The American Association of Endocrine Surgeons, Patient Education Site

Treatment of primary hyperparathyroidism

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Who should have parathyroid surgery?

Symptomatic disease

Patients with osteoporosis, a history of kidney stones, or life-threatening episodes of hypercalcemia should have an operation. A rare indication (i.e. reason) for an operation is an extreme form of bone disease called "osteitis fibrosa cystic" in which the bone becomes so soft that it becomes deformed. Osteitis fibrosa cysticaOsteitis fibrosa cystica - An extreme form of bone disease in which the bone become so soft that it deforms. is very rare in developed countries. Patients younger than 50 should have an operation because there is a high likelihood of developing worsening or symptomatic disease.

Asymptomatic disease (NIH Criteria)

Asymptomatic primary hyperparathyroidism is defined as patients who do not have a history of the classic symptoms (i.e. kidney stones or osteitis fibrosa cystica). Patients may have many of the non-classic symptoms (fatigue, worsening memory, worsening concentration, insomnia, cardiovascular disease, etc). Many patients with asymptomatic primary hyperparathyroidism will have worsening disease over time and would benefit from an operation. Other than being younger than 50 years, there are no criteria that predict which patients will have worsening disease. The Third International Workshop on Asymptomatic Primary Hyperparathyroidism released guidelines stating which patients with asymptomatic primary hyperparathyroidism should have an operation:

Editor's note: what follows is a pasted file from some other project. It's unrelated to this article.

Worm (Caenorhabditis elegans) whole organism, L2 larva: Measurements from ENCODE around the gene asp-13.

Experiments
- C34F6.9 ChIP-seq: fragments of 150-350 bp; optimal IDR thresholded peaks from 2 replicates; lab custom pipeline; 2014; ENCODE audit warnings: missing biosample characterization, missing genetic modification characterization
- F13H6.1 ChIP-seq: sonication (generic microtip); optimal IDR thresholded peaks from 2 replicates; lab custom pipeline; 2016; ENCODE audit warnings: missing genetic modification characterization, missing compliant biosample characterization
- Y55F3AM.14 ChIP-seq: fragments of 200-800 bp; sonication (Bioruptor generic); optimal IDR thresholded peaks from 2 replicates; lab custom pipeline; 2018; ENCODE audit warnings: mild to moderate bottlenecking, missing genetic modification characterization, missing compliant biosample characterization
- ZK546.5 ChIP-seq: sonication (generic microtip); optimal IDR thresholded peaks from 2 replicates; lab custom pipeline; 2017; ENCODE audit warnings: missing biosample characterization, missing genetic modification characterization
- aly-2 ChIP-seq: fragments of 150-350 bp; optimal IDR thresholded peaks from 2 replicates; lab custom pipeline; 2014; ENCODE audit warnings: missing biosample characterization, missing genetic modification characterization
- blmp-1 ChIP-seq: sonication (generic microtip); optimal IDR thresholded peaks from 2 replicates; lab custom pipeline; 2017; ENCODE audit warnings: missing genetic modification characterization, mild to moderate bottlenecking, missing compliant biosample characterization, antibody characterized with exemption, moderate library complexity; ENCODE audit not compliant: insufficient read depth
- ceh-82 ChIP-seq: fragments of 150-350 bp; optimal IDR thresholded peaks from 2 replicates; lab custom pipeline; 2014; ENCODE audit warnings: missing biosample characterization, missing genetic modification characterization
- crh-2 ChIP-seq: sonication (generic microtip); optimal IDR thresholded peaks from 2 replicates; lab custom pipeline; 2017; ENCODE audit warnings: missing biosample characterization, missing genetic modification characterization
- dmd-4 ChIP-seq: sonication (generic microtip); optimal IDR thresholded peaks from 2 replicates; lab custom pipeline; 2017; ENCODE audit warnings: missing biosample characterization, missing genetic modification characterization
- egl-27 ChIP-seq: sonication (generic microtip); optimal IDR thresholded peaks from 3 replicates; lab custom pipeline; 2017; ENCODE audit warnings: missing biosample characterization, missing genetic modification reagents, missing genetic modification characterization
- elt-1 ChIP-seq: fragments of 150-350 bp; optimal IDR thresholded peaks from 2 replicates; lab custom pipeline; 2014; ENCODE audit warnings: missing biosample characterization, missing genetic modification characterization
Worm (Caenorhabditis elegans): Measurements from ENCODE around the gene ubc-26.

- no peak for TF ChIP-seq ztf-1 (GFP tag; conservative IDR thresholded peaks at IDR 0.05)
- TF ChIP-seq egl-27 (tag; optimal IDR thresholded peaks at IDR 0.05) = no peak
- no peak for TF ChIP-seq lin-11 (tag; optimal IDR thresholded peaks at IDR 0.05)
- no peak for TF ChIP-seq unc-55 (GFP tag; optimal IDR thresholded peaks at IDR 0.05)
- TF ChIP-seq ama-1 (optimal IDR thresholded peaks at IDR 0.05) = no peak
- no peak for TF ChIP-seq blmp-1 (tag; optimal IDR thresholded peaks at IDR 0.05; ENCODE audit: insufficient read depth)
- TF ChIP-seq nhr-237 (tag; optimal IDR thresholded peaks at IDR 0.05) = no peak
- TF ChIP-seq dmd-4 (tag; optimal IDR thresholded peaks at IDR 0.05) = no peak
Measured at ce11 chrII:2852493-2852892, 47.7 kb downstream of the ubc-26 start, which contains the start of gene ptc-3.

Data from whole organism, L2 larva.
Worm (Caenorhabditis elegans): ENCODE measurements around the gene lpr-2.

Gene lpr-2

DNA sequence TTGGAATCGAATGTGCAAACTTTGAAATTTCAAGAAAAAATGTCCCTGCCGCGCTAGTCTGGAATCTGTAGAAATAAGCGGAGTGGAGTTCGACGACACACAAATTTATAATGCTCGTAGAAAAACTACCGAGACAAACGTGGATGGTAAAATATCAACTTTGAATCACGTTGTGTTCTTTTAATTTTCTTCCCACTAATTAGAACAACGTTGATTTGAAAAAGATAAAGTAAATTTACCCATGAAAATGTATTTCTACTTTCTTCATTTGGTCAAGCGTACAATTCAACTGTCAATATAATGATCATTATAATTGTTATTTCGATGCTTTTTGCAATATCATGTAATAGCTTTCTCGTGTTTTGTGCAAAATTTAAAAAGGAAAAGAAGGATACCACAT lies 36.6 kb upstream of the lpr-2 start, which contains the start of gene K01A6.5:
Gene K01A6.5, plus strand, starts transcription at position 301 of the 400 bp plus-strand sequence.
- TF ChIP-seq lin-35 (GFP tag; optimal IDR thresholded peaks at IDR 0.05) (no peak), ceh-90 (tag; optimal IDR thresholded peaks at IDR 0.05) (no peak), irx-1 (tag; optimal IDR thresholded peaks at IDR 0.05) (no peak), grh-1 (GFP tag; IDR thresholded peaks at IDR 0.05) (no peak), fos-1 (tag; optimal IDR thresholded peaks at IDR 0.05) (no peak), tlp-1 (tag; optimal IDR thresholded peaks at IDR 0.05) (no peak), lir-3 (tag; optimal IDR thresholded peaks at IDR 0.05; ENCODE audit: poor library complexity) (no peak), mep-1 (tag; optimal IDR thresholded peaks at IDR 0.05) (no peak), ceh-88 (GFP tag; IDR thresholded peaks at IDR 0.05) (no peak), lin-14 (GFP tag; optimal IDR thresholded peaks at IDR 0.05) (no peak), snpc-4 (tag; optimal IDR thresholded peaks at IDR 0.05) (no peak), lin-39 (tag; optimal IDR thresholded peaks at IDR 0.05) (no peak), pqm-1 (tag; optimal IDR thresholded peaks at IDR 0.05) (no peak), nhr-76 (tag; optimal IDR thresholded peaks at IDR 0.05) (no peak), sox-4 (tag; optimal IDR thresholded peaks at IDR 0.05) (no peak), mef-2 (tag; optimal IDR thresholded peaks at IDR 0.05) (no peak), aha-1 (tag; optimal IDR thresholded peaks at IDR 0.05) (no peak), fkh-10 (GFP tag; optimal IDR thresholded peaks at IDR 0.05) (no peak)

MeasurementsGuidelines for surgery
Serum calcium level1.0 mg/dl above normal
24 hour urinary CalciumCurrently not indicated
(however, some experts use a calcium excretion
>400mg/24 hours)
Kidney functionLess than 60ml/min
Bone mineral densityOsteoporosis (T-score less than -2.5 at any site) or previous fracture
AgeAge < 50

Many physicians feel that these guidelines are an excellent start, but that there are more people with asymptomatic disease who would benefit from an operation. Ultimately, the decision whether or not you should have an operation will be made after discussing your specific risks factors and potential benefits with your surgeon and medical team.

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